This is a multilayered book. Gaines is a naturalist, and this shines through in our descriptions of the natural world. She captures the passion, and escape, offered by birding, a central theme in the novel. But this is more than a nature novel: the characters are lovingly depicted, and there’s a lot happening beneath the surface. The plot twists, without giving away spoilers, land like a gut punch. It’s a novel that will keep you up late. With birds. Lots of birds.
By Andrew Reeves
The visual of thousands of jumping Asian carp has become a symbol for invasive species run amok, of the extreme damage such species can do. But why have Asian carp proliferated? How did they get here? And why?
Journalist Andrew Reeves sets out to understand the Asian carp crisis, tracing these fish from the Southern fish farms where they were first cultivated and following them up the Mississippi. He talks a colorful cast of characters along the way, showcasing just how much more complex this story really is.
He delves into the science, exploring the ways conservationists are trying to stop the spread – occasionally effectively, often not. But perhaps most interesting is Reeves’s hypothesis that Asian carp became a problem because they were initially seen as an environmental solution, even a miracle cure.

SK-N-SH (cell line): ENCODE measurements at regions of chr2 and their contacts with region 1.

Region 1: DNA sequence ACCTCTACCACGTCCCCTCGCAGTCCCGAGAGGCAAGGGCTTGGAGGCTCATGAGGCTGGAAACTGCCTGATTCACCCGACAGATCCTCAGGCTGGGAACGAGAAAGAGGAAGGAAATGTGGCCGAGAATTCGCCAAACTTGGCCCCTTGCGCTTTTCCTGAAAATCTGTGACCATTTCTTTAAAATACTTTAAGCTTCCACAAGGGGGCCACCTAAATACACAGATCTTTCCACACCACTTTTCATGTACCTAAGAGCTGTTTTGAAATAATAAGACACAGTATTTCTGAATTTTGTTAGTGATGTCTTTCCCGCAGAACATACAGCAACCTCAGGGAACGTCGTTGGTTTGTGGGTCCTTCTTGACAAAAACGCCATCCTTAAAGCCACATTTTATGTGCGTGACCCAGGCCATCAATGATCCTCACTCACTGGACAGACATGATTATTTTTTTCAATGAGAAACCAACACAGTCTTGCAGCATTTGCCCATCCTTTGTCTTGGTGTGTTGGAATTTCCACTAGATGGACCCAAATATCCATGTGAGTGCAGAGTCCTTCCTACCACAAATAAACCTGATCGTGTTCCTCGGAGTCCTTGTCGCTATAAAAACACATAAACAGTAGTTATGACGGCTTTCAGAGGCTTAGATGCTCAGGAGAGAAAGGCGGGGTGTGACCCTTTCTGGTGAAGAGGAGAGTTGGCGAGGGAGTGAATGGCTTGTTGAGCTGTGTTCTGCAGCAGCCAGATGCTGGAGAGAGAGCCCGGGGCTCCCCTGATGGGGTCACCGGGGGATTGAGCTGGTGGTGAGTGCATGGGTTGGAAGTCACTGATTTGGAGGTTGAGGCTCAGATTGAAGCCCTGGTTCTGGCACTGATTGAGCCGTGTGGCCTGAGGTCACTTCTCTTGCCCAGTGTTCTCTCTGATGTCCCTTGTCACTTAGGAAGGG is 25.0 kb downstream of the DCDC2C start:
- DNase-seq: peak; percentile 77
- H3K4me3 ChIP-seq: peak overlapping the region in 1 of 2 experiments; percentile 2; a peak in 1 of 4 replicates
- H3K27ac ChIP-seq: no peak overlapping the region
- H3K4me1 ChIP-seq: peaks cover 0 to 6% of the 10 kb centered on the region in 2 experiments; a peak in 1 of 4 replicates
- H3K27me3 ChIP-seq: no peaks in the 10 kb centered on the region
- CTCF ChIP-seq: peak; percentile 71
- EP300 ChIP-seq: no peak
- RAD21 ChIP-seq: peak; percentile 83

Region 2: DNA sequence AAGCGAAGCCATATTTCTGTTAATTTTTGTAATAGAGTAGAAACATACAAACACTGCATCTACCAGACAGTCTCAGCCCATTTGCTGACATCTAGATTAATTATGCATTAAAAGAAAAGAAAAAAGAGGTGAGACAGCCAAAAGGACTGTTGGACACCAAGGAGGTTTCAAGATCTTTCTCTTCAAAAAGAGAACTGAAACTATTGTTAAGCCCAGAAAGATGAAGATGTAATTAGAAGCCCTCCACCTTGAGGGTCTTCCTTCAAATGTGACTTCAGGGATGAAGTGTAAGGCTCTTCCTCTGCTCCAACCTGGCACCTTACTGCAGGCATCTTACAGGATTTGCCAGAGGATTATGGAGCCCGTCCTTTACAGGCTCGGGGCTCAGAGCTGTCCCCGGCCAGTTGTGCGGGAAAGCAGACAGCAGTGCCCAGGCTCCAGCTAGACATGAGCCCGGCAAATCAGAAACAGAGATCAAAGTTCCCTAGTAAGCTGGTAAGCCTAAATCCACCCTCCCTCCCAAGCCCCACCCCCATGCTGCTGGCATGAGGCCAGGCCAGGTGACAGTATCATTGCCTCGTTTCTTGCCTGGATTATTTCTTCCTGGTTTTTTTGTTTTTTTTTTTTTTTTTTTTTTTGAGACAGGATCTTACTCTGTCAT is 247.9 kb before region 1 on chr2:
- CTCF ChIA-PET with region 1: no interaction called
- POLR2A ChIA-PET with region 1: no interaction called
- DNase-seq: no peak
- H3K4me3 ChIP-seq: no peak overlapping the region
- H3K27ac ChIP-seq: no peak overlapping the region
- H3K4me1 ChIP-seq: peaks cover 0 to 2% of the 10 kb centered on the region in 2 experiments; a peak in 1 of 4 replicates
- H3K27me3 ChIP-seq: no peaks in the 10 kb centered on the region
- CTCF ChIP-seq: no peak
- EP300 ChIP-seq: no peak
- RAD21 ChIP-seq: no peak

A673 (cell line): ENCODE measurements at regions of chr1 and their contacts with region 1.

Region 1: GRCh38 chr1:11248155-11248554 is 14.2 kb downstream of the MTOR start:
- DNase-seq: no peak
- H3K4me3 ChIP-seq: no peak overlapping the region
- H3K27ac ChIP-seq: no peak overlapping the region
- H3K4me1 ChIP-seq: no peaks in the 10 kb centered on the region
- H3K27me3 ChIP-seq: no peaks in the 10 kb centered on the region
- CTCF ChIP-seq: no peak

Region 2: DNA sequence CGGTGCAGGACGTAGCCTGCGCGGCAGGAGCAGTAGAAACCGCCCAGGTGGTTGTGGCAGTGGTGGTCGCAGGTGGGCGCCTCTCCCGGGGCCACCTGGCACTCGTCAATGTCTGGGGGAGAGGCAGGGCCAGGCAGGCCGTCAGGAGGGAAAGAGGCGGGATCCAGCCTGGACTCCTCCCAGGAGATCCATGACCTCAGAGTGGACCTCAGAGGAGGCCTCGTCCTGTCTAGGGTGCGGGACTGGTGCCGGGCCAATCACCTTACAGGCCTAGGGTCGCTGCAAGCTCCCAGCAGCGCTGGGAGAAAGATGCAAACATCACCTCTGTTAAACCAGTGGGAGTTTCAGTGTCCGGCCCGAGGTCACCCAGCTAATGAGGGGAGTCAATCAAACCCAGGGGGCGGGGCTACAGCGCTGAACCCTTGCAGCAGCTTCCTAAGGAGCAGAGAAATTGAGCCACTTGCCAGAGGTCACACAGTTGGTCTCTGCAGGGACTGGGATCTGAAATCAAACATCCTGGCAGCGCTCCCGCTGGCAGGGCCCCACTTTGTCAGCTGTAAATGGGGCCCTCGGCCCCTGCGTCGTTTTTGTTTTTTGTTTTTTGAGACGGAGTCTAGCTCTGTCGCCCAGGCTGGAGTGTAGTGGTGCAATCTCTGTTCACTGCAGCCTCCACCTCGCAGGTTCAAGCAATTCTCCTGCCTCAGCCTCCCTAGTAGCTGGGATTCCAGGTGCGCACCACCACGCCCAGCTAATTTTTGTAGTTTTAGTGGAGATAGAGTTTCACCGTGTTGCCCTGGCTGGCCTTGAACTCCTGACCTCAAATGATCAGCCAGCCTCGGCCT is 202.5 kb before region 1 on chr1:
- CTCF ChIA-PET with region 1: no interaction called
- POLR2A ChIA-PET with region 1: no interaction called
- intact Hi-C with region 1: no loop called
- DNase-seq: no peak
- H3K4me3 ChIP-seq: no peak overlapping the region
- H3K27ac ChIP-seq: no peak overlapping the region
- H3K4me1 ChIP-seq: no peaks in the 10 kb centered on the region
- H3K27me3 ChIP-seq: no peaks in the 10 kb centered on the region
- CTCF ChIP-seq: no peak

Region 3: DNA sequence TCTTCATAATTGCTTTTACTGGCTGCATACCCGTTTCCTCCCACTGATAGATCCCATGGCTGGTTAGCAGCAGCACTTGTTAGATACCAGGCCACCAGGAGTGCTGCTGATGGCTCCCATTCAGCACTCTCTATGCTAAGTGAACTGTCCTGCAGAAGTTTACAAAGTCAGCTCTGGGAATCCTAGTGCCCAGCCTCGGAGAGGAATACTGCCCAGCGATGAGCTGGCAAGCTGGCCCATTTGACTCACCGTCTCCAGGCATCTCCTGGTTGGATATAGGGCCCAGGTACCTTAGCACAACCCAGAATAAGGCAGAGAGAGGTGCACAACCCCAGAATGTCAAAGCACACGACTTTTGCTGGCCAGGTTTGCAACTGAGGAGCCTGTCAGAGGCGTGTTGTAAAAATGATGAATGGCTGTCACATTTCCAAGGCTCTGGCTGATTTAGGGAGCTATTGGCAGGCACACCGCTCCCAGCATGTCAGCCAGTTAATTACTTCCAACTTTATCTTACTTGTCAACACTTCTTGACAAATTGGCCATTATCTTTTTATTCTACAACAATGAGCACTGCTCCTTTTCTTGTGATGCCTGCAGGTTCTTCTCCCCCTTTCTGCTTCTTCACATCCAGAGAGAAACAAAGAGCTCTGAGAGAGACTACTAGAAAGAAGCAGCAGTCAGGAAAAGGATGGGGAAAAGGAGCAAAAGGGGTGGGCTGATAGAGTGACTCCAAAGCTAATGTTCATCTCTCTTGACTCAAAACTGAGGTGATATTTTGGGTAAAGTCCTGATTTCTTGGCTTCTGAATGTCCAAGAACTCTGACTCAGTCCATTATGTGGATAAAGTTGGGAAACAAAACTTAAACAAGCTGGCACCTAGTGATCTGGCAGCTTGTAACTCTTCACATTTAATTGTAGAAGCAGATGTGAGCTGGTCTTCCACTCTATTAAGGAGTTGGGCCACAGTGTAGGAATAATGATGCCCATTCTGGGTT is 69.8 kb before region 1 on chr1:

He writes that Asian carp actually benefited from Earth Day awareness. As people questioned the use of herbicides, the search for non-chemical solutions intensified. Some aquaculturists proposed three species of Asian carp, all herbivores, as a “green” solution to aquatic weed problems. It was a cure, it turns out, far worse than the disease. This is an interesting work of narrative nonfiction, but it’s also a cautionary tale.